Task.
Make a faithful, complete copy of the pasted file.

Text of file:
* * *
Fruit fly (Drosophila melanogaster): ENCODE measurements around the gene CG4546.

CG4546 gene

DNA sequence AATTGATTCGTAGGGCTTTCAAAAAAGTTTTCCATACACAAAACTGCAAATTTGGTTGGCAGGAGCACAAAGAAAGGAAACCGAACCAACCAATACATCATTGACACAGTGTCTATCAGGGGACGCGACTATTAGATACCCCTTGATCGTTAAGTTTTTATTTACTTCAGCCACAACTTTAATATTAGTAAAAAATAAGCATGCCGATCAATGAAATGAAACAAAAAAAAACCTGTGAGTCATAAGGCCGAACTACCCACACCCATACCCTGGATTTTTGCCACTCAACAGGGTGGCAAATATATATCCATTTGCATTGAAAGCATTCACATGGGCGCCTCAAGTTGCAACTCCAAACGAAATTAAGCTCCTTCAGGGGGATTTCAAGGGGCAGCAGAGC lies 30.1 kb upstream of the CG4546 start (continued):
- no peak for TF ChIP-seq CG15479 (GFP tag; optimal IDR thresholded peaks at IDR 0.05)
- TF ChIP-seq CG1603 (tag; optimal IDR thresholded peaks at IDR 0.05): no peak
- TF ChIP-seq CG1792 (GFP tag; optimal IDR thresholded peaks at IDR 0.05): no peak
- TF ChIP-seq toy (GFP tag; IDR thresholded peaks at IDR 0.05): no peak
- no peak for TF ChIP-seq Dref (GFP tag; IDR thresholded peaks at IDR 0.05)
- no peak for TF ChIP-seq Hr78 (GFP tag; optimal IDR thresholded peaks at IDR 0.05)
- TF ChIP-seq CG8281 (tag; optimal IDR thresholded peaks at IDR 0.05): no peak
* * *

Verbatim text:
Fruit fly (Drosophila melanogaster): ENCODE measurements around the gene CG4546.

CG4546 gene

DNA sequence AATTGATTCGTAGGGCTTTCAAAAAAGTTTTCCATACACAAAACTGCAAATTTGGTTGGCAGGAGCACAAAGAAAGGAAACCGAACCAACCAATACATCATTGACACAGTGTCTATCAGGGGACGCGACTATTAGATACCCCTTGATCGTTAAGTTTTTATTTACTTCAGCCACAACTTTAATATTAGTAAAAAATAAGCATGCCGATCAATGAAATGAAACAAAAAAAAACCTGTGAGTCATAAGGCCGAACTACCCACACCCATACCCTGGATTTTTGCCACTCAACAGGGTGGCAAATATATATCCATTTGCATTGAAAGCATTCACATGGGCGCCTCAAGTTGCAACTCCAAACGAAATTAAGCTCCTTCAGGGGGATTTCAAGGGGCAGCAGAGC lies 30.1 kb upstream of the CG4546 start (continued):
- no peak for TF ChIP-seq CG15479 (GFP tag; optimal IDR thresholded peaks at IDR 0.05)
- TF ChIP-seq CG1603 (tag; optimal IDR thresholded peaks at IDR 0.05): no peak
- TF ChIP-seq CG1792 (GFP tag; optimal IDR thresholded peaks at IDR 0.05): no peak
- TF ChIP-seq toy (GFP tag; IDR thresholded peaks at IDR 0.05): no peak
- no peak for TF ChIP-seq Dref (GFP tag; IDR thresholded peaks at IDR 0.05)
- no peak for TF ChIP-seq Hr78 (GFP tag; optimal IDR thresholded peaks at IDR 0.05)
- TF ChIP-seq CG8281 (tag; optimal IDR thresholded peaks at IDR 0.05): no peak